Both Garak and Robinson shared claustrophobia and an amateur love for horticulture. While the claustrophobia was well-explored in the series (to Robinson’s horror), the horticulture was a major component in a section of Stitch, which saw Garak posing as a gardener on Romulus. Naturally, he used the flowers to poison several people, in case you forgot who we’re dealing with here.
12 …but he still disliked some episodes
Robinson loved that Elim was a multi-layered character whose mysteries were never quite answered. You couldn’t believe half of the things he said, so everything about the character needed to be subtext. Unfortunately, you can’t always take the time to give that kind of focus on every character. Throughout the run of the series, DS9 would look in on the Mirror Universe, which is like ours, just reversed like in a mirror. Brilliant. That version of Garak was an obsequious yes-man jellyfish who existed merely to beg for survival and back whoever was in power at the time. While the point of the character may have been to purposely have none of the complexity “our” Garak did, Robinson was relieved when they finally killed Mirror Garak off.
Robinson also disliked the episode “Empok Nor,” which saw Garak dosed with a drug that turned him psychotic. Years earlier, he had played the Scorpio killer (Zodiac killer parallel) in the original Dirty Harry. A rather one-note psycho-killer villain, Robinson spent most of his career trying to free himself of the type-cast, only to have to return to it in DS9. In fairness, Robinson did still play the hell out of the role, even if the episode itself was below average.
11 Garak was never supposed to have an origin
As Elim Garak grew in popularity—who wouldn’t love a murderous spy who lies for fun?—the DS9 writers needed to figure out who he was. The problem was that everyone kept changing their opinion on what it could have been that exiled Garak. At one point, the writers were going to reveal that he was an Oscar Schindler-type who freed Bajoran prisoners; at another, he was going to be the Cardassian Butcher of Budapest. The episode “The Wire” dealt with the writers' indecision of Garak’s background where Doctor Bashir attempts to find out the truth of what happened to him. In the end, while the doctor was able to save Garak’s life, he learned that none of the stories about the tailor synced-up. They were all just lies.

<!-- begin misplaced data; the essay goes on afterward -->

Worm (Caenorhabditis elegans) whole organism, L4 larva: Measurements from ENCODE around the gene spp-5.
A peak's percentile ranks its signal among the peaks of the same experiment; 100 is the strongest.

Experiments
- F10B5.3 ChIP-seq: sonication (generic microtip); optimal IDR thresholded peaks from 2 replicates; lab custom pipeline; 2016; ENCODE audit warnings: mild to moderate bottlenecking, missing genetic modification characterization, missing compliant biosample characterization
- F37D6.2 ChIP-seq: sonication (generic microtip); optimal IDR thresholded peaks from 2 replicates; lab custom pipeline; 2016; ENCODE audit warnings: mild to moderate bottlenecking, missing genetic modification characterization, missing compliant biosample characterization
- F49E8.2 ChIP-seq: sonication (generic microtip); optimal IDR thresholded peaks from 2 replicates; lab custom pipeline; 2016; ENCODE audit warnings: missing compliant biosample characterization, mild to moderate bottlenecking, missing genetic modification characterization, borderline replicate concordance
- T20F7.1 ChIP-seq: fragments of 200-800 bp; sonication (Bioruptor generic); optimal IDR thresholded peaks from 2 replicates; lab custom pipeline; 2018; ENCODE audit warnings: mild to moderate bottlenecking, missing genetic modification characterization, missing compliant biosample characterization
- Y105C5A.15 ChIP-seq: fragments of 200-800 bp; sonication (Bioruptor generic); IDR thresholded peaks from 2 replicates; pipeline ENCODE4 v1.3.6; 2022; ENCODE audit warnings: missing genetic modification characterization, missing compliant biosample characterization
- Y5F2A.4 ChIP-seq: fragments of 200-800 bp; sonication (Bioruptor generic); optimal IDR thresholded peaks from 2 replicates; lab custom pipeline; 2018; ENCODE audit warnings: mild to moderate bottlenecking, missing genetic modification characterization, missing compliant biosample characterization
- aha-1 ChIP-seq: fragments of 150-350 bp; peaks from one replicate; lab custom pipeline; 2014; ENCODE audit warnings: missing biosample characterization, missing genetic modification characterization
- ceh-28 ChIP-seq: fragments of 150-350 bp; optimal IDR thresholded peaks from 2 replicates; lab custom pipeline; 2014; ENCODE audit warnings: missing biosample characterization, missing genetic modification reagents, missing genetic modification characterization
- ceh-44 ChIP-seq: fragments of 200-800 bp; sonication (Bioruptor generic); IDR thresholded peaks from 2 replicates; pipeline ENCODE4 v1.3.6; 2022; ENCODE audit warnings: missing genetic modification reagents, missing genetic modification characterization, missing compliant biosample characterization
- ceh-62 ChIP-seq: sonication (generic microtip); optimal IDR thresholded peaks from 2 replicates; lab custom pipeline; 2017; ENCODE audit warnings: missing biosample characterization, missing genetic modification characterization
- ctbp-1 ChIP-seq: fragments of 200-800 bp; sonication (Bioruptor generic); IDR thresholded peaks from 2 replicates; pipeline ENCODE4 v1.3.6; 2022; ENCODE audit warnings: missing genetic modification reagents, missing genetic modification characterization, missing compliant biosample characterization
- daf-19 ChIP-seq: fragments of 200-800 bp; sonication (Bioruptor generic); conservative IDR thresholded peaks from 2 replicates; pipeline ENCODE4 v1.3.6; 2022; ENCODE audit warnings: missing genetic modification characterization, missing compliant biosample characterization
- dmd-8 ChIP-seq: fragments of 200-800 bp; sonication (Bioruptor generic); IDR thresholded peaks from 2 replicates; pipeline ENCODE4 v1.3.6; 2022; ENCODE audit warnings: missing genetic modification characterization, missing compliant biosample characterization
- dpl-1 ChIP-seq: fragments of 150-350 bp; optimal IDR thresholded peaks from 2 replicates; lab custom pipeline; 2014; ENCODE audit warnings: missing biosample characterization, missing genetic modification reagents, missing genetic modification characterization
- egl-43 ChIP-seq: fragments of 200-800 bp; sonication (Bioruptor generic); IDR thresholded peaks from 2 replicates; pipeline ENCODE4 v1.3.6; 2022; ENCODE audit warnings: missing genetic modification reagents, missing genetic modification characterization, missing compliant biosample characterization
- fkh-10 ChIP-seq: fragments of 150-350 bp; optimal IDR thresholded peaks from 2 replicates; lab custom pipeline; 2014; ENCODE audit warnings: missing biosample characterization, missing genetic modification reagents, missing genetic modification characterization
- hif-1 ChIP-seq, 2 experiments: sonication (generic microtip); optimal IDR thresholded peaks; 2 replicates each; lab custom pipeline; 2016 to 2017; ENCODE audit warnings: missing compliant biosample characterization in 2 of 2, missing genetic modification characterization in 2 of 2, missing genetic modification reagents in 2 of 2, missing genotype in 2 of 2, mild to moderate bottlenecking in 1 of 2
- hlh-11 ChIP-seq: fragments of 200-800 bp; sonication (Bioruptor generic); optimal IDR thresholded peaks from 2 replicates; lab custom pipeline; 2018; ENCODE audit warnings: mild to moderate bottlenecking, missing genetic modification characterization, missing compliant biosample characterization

While the writers never intended to reveal Garak’s true past, A Stitch in Time provided the answers, but left Garak in a place where there were new mysteries to solve.
10 Episode "The Wire" wasn't supposed to be about him
Every Garak fan’s favorite episode originally didn’t even have him in it. Originally, the outing was focused on the revelation that Major Kira had been addicted to stimulants since her late teens while she was fighting as part of the Bajoran Resistance. However, given Kira’s prominence in the series—she was the female lead and second-in-command of the station—it was felt that the addiction reveal would compromise the character too deeply. Questions about her decisions would retroactively be asked over the prior two seasons of the series, and would realistically have an effect on the character’s career going forward. So, they gave the addiction to the exiled spy, which isn’t a dangerous concept at all.
Here, the titular Wire was a cranial implant made to temporarily stimulate the pleasure centers of a person who was under torture, used as a measure to keep the subject from talking. Depressed over his exile and dreary future, Garak hacked the device and turned it on permanently. Yep, that doesn’t sound dangerous at all.
9 He was supposed to be a one-off character
Deep Space Nine had a gigantic supporting cast. It had never been done before, and has yet to be done again in the franchise. Garak was created merely as a quick plot point. Deep Space Nine was originally a Cardassian station, and the writers wanted to populate it with a Cardassian who decided not to leave when the military abandoned it. He wasn’t forceful like the other members of his species; he was subtle and textured. He was odd. He was only supposed to be in one episode to give the station “more character.”